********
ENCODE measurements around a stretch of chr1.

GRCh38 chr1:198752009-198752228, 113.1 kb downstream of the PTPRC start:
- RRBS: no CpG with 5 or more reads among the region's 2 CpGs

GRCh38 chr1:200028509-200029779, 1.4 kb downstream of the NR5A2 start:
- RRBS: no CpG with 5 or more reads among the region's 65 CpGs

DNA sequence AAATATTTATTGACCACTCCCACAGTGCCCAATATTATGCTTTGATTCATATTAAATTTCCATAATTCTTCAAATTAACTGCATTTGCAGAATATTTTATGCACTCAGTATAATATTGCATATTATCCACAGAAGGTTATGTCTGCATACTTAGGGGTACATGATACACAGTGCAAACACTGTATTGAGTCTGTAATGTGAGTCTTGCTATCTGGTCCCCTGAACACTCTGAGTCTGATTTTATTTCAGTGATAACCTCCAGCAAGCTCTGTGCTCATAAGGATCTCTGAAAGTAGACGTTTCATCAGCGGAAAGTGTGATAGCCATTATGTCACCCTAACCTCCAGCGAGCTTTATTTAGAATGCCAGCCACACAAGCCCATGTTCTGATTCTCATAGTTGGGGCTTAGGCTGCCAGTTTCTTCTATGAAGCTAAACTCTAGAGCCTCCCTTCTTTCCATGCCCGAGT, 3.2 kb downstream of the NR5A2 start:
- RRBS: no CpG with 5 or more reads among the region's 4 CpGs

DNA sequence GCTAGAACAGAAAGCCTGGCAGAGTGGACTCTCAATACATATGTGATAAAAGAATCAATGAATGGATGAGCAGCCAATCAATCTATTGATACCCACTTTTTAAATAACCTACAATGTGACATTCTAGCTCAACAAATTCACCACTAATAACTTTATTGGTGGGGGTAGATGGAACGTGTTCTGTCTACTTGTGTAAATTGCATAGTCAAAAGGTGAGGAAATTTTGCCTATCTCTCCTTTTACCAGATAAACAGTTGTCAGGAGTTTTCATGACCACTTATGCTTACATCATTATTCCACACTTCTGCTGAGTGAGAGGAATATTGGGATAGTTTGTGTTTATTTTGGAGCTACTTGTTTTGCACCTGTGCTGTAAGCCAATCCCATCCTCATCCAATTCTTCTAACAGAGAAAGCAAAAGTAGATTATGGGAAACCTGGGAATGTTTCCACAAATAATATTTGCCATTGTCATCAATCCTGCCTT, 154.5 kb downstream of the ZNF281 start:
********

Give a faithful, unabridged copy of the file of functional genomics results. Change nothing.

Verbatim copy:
ENCODE measurements around a stretch of chr1.

GRCh38 chr1:198752009-198752228, 113.1 kb downstream of the PTPRC start:
- RRBS: no CpG with 5 or more reads among the region's 2 CpGs

GRCh38 chr1:200028509-200029779, 1.4 kb downstream of the NR5A2 start:
- RRBS: no CpG with 5 or more reads among the region's 65 CpGs

DNA sequence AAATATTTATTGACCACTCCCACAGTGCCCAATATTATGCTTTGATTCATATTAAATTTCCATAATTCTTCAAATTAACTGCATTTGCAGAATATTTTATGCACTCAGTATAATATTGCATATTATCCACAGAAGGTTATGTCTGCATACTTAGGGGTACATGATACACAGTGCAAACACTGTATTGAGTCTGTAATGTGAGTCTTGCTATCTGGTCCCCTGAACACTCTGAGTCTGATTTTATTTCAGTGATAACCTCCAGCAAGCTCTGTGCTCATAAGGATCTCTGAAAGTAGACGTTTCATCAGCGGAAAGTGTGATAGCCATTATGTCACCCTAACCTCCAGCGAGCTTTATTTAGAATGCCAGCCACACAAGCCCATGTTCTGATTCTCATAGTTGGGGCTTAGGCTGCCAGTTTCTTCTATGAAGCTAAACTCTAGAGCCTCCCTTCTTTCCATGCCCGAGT, 3.2 kb downstream of the NR5A2 start:
- RRBS: no CpG with 5 or more reads among the region's 4 CpGs

DNA sequence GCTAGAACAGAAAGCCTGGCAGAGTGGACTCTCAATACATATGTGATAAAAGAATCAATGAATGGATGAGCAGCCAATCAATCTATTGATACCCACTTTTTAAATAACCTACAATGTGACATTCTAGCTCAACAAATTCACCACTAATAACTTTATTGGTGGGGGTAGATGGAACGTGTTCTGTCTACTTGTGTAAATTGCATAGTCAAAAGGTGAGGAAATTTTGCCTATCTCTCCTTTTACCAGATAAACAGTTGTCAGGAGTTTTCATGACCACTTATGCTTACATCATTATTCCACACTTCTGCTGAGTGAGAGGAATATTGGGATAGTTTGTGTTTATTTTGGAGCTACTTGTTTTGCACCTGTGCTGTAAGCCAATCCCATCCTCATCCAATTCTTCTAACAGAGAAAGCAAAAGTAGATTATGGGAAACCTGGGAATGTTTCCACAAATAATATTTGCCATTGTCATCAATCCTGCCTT, 154.5 kb downstream of the ZNF281 start: